The main internal components of gas trap 10 of the present invention are shown in FIG. 1. The gas sample typically flows through gas tubular column 14. Generally, tubular column 14, which may be capillary tube, will extend through gas column chamber 12 entering at end 16 and exiting at end 18. Ends 16 and 18 may be funnel-shaped to thereby allow easy threading of tubular column 14 through gas column chamber 12. Installation of the trap to the available configuration is thus readily accomplished. Ends 16 and 18 may include connections (not shown) for connecting both sides of gas trap 10 to respective capillary tubes if desirable. If desired, an installation could have tubular column 14 terminating with gas column chamber 12.

In surrounding relationship to gas column chamber 12, is coolant chamber 20. In a preferred embodiment, liquid nitrogen flows through coolant input port 22 to fill coolant chamber 20. Other coolants besides liquid nitrogen also could be used with the present invention. Liquid nitrogen provides a cooling temperature of approximately -200 C. for liquefying the sample gas in gas column chamber 12. Other means for cooling the annulus around gas column chamber 12 may also be used such as cooling coils (not shown). Coolant could be pumped through cooling coils encircling gas column 12.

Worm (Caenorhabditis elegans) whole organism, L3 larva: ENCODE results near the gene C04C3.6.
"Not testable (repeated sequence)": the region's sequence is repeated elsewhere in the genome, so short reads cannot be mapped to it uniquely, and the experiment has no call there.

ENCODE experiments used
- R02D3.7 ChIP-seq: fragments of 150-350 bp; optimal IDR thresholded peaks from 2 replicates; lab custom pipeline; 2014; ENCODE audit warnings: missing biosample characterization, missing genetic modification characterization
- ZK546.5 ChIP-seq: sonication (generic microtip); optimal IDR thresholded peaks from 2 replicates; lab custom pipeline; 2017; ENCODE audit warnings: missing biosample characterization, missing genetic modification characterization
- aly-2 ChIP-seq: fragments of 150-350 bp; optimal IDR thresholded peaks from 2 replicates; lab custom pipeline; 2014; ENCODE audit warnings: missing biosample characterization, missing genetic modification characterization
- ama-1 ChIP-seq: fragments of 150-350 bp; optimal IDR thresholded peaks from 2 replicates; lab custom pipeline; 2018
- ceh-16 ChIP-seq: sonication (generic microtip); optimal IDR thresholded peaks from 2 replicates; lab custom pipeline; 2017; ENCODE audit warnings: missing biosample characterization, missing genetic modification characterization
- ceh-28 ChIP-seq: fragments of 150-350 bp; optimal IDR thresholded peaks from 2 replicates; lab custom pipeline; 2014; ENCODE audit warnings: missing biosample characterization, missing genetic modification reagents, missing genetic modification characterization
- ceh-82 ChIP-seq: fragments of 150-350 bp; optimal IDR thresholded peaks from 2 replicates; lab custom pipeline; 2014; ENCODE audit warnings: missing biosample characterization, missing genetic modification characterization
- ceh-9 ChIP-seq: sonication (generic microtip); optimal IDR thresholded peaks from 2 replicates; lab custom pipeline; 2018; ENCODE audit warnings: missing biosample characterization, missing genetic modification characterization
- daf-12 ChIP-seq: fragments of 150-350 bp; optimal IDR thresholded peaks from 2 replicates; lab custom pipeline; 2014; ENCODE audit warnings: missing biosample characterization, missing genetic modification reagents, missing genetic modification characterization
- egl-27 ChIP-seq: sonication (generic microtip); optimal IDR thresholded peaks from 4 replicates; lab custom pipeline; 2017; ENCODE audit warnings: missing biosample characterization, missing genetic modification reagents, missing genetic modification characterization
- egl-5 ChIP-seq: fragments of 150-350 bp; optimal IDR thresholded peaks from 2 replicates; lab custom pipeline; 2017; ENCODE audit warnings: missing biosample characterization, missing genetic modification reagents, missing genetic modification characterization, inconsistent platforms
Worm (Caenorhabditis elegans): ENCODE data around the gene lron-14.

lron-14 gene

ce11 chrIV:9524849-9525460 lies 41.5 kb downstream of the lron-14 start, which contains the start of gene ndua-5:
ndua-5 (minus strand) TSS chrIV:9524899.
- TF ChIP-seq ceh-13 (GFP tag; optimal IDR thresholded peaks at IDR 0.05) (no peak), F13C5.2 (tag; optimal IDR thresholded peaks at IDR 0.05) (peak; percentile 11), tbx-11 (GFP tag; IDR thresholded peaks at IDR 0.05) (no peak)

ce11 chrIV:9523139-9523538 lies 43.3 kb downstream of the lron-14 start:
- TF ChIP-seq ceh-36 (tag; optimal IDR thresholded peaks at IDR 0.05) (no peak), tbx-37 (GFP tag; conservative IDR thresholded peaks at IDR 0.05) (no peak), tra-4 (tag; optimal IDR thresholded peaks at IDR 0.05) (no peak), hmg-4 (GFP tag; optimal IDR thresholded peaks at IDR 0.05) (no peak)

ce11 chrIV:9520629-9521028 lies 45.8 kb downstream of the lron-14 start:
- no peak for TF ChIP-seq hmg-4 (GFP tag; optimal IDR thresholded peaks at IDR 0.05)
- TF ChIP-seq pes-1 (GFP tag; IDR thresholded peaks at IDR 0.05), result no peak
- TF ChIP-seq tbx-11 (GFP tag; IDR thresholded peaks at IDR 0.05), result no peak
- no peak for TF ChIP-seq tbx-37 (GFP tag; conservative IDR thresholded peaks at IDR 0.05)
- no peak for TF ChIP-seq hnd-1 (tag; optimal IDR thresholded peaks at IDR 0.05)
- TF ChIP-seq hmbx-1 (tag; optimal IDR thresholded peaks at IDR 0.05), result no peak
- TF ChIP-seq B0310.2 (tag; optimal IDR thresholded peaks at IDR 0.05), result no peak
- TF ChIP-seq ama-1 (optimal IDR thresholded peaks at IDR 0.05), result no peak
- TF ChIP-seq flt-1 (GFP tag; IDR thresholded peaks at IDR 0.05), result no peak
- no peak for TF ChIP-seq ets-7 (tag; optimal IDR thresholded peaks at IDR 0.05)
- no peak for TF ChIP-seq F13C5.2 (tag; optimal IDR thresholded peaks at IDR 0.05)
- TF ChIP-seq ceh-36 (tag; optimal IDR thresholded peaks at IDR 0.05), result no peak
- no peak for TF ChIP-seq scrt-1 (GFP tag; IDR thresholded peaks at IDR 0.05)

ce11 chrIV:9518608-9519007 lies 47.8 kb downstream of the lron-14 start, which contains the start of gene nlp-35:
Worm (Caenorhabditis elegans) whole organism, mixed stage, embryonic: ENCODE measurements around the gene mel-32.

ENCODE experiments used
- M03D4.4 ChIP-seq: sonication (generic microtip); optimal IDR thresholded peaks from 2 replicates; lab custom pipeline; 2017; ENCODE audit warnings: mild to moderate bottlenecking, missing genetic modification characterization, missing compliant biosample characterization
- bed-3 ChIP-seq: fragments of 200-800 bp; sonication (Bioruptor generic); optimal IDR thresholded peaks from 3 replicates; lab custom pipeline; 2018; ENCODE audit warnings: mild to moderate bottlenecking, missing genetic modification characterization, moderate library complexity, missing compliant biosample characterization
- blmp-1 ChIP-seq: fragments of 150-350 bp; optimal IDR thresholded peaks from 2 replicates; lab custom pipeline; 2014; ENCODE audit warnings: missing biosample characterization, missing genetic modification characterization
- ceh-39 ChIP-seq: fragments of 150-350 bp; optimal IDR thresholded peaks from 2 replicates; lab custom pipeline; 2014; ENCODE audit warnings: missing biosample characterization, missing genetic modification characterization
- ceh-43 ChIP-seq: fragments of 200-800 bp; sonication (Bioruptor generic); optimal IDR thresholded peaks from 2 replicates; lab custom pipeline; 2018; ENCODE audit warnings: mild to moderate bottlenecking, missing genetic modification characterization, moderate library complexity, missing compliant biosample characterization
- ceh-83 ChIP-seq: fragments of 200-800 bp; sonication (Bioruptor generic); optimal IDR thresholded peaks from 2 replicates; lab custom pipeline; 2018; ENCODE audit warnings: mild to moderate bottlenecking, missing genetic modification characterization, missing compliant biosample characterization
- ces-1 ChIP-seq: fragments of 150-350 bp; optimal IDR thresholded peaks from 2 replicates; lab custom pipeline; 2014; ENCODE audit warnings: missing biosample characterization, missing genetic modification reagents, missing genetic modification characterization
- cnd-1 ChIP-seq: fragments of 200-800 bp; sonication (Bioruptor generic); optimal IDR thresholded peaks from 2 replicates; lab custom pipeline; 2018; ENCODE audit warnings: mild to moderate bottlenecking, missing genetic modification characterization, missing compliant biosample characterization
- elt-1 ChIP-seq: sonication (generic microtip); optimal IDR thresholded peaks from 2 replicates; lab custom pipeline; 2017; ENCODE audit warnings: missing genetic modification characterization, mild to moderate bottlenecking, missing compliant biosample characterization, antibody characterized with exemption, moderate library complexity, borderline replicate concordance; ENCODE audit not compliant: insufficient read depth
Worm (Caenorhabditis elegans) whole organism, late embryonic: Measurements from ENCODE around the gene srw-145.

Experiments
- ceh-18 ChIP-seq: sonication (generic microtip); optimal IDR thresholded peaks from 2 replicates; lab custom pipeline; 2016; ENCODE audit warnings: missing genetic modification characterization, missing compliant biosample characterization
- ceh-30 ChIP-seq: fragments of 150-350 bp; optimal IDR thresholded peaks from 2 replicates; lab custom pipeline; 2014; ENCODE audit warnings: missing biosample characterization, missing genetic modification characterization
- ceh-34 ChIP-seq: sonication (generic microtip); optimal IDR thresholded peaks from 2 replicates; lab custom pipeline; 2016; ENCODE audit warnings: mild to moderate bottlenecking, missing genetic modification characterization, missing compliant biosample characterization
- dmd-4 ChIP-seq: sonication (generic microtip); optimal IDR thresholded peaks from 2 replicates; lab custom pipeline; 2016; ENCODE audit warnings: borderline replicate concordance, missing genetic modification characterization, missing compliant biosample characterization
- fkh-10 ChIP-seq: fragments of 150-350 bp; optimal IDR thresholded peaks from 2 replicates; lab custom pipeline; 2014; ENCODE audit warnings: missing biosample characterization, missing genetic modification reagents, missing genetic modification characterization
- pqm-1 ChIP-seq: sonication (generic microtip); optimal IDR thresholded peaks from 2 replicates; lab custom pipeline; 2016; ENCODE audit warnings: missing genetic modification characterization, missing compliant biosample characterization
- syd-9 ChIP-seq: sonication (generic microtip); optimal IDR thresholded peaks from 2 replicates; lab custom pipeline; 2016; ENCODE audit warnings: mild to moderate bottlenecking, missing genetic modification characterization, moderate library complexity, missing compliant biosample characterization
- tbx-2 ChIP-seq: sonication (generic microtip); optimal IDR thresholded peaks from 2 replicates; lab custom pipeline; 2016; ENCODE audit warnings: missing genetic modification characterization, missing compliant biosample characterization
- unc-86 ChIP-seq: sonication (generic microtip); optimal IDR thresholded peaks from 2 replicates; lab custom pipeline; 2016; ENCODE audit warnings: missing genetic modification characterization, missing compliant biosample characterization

Coolant exits coolant chamber 20 through port 24 to coolant exhaust chamber 26. Coolant exhaust chamber 26 is an annular chamber or tubular chamber in surrounding relationship to coolant chamber 20. The coolant that exits coolant chamber 20 is in a gaseous and/or liquified state. Coolant exits coolant exhaust chamber 26 through coolant output port 28.

Other variations of construction may be used. For instance, coolant output port 28 may connect on the opposite side of gas trap 10 from its present position to either coolant exhaust chamber 26 or coolant chamber 20. Coolant exhaust chamber 26, while a convenient addition to gas trap 10, could also be eliminated leaving only coolant chamber 20.